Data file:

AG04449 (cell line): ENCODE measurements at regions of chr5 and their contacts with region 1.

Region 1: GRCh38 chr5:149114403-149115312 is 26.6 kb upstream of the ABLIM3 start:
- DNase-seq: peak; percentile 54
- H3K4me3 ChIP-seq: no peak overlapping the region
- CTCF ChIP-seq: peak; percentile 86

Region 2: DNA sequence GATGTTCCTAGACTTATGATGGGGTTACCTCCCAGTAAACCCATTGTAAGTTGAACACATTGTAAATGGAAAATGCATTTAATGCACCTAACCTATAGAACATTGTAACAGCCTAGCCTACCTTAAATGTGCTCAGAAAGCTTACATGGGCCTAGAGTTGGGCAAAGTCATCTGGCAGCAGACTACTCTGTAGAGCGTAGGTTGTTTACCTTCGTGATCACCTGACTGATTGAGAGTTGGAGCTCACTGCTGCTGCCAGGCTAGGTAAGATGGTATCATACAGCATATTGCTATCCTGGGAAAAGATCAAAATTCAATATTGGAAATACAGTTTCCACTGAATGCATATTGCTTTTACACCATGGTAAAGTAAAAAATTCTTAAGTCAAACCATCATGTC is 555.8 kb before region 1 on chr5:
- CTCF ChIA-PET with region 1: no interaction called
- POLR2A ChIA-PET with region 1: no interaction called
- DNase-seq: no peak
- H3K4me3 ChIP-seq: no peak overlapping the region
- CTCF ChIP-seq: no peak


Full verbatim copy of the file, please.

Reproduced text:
AG04449 (cell line): ENCODE measurements at regions of chr5 and their contacts with region 1.

Region 1: GRCh38 chr5:149114403-149115312 is 26.6 kb upstream of the ABLIM3 start:
- DNase-seq: peak; percentile 54
- H3K4me3 ChIP-seq: no peak overlapping the region
- CTCF ChIP-seq: peak; percentile 86

Region 2: DNA sequence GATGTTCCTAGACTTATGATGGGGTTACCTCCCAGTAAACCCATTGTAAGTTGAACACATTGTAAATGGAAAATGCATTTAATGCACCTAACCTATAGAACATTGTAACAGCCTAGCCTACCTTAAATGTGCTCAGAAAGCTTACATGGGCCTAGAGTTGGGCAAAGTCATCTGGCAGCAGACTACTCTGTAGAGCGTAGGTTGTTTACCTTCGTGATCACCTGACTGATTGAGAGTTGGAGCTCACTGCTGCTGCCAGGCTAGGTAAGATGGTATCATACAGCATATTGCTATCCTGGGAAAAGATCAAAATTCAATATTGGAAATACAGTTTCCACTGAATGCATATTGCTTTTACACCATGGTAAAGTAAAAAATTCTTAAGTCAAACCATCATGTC is 555.8 kb before region 1 on chr5:
- CTCF ChIA-PET with region 1: no interaction called
- POLR2A ChIA-PET with region 1: no interaction called
- DNase-seq: no peak
- H3K4me3 ChIP-seq: no peak overlapping the region
- CTCF ChIP-seq: no peak